President Bush wasted no time in using the emergency response to the California wildfires as a means of escaping culpability for his Administration from blame for its lethal non-response to Katrina.
According to the the Times-Picayune, while touring the California disaster area, Bush said, "It makes a significant difference when you have somebody in the statehouse willing to take the lead."
Bush's blame game further underlines the importance of getting at the truth about what was perhaps the most colossal failure of emergency response by the government in our nation's history.
I posted earlier this year about Senator Joe Lieberman--chair of the Senate Homeland Security and Governmental Affairs Committee--doing a 180 on the need for hearings after his favorite Kisser, President Bush, helped him get re-elected against antiwar Democratic nominee Ned Lamont. I raised the question then of whether Senator Barack Obama--also a member of the committee--would speak out on the need for hearings that Lieberman himself had once described as necessary, saying, "Only through a thorough and comprehensive investigation of what went wrong [can] we be assured that the government will know what steps are necessary to get it right the next time." At the time, it seemed Obama had no interest in taking on another Democratic Caucus member. But now, as he attempts to wage a more aggressive campaign to become the next President, Obama again has the opportunity to distinguish himself by speaking the simple truth that our nation needs to uncover what transpired during Katrina. On the House side, Representative Henry Waxman, chair of the Committee on Oversight and Government Reform, had told me, "I have a strong interest in the response to Hurricane Katrina, and it is under consideration by the Committee." It remains to be seen whether any action will be taken there as well.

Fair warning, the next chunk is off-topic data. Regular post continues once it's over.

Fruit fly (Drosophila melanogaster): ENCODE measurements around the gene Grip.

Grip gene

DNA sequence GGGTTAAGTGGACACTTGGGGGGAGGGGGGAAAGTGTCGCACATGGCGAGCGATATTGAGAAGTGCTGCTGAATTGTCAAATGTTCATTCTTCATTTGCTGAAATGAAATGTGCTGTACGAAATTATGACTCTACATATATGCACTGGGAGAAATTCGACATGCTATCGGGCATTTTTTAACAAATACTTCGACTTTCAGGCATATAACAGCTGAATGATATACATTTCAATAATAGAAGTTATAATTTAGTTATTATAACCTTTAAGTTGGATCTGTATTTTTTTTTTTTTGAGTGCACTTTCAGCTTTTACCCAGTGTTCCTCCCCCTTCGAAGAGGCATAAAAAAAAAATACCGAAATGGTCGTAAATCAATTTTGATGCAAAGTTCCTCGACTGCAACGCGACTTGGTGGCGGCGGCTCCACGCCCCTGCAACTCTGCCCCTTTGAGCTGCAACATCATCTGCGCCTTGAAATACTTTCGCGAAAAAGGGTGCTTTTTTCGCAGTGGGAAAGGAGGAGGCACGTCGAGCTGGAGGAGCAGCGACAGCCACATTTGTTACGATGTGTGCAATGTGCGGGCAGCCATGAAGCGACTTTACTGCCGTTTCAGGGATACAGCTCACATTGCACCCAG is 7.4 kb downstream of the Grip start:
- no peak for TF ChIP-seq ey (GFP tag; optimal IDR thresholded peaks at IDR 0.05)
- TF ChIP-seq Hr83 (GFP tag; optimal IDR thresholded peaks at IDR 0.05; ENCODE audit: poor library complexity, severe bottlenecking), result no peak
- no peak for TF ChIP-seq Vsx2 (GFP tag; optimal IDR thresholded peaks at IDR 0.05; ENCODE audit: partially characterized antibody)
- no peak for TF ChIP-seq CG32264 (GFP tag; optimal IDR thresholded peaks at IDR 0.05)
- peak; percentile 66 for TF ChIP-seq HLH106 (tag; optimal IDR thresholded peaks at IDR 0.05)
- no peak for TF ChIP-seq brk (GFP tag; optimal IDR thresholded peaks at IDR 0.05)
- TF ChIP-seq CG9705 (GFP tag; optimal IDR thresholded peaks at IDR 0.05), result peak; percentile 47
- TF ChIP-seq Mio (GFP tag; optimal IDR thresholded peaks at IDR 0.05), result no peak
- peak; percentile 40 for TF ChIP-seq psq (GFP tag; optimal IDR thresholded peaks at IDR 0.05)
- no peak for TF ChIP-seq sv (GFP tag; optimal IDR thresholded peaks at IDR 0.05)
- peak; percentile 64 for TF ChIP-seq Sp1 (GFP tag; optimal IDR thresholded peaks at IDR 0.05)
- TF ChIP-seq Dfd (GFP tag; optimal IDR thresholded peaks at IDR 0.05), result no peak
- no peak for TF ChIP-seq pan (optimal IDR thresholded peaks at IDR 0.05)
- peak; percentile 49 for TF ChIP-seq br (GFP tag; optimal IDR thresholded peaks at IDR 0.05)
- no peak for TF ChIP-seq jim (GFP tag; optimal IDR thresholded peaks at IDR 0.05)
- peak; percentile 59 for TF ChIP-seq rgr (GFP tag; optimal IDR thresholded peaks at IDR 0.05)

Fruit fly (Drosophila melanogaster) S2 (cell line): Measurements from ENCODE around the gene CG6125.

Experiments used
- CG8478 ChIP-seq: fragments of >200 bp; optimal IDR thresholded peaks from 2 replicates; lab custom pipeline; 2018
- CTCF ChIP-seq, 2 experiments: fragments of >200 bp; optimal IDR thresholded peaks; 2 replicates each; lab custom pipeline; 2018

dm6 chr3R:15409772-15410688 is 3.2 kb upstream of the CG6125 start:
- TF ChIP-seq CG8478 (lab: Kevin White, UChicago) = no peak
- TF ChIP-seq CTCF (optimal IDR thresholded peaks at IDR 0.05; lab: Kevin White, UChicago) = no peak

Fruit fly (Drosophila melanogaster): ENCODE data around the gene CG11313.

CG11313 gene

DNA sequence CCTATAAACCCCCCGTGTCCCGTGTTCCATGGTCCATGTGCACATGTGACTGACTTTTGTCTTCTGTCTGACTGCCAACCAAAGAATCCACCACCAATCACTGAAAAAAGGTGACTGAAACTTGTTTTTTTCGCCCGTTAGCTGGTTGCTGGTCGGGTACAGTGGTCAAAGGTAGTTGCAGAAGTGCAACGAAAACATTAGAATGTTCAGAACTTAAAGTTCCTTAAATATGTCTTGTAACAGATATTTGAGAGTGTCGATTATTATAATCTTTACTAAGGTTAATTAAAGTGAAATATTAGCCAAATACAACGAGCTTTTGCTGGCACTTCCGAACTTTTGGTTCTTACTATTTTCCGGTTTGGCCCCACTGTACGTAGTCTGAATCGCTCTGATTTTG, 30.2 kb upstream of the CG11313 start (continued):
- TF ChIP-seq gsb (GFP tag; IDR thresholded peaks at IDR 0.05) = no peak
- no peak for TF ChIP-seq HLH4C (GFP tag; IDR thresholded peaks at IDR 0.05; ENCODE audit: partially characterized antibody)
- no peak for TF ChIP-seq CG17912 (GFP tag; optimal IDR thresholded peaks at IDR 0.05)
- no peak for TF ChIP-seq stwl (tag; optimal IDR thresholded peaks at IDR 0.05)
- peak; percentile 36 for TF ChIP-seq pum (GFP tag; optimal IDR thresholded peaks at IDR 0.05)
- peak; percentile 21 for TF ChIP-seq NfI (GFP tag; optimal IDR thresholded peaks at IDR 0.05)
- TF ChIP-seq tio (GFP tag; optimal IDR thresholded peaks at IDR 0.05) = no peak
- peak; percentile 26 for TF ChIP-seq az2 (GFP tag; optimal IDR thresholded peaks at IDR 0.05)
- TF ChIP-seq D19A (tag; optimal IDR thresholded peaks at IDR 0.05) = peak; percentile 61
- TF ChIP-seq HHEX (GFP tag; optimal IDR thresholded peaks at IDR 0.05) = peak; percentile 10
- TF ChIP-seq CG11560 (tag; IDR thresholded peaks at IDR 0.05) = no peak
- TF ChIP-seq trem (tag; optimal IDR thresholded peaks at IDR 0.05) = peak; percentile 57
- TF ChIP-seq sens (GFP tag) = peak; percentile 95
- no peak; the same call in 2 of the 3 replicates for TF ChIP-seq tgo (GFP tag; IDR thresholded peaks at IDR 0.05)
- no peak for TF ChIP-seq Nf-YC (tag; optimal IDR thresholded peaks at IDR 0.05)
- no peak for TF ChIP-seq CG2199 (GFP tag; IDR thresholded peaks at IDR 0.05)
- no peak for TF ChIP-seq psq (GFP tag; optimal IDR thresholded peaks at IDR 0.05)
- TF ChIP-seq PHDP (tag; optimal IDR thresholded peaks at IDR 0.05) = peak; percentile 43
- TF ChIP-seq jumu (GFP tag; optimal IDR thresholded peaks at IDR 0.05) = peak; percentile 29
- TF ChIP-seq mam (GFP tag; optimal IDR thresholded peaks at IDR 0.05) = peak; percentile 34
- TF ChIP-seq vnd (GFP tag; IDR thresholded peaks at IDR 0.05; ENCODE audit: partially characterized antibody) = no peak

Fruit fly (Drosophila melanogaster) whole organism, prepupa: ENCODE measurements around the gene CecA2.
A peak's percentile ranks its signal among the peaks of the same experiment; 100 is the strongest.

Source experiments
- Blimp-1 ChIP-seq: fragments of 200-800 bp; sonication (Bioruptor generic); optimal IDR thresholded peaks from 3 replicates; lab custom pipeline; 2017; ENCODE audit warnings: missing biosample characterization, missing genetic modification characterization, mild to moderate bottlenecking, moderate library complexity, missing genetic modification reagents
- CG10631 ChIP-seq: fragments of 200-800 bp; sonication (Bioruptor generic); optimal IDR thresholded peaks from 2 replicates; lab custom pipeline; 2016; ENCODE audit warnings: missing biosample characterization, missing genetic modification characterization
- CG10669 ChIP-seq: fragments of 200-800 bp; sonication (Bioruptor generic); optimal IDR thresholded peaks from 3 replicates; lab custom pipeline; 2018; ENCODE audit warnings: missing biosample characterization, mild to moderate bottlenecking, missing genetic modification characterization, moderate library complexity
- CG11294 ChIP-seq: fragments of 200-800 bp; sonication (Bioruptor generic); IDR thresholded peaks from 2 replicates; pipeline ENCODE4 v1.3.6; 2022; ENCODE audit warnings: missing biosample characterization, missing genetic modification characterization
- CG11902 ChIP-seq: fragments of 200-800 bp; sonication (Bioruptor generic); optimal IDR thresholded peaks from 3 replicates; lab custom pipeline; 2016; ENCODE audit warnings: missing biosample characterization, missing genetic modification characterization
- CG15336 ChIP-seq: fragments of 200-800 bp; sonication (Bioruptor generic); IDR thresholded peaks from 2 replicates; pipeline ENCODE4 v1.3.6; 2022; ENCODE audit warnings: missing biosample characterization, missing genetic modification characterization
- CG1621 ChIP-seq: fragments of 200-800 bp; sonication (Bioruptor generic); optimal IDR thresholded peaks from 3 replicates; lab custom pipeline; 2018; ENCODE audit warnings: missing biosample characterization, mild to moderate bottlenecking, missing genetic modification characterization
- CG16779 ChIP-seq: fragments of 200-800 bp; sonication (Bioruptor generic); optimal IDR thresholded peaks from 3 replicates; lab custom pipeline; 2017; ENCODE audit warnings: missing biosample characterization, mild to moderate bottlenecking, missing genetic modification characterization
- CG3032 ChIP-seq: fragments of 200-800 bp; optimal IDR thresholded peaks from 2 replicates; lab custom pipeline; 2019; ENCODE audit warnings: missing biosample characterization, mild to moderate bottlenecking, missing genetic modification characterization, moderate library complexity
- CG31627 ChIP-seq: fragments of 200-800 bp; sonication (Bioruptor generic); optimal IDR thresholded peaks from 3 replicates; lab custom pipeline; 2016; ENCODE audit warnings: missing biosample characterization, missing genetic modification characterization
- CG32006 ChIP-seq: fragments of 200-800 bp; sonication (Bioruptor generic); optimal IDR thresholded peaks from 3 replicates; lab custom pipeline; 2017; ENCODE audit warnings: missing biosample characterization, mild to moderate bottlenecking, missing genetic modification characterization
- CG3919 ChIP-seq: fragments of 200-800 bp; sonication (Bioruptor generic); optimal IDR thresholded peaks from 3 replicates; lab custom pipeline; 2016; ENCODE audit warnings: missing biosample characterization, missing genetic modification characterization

In the absence of such hearings, Bush and too many in the mainstream media will continue to engage in revisionism. For example, this recent Washington Post editorial carried water for the Bush Administration: "Californians have something that Louisianans, in particular those in New Orleans, didn't have when they needed it most: leadership, in this case from Gov. Arnold Schwarzenegger and the San Diego mayor on down." In a letter to the editor, Representative Bennie Thompson of Mississippi, chair of the House Committee on Homeland Security, responded, "Californians have other things that Louisianans and Mississippians did not: running water, electricity, open stores, passable roadways and an engaged federal partner."
Why wasn't that federal partner engaged? And don't the American people need and deserve those answers?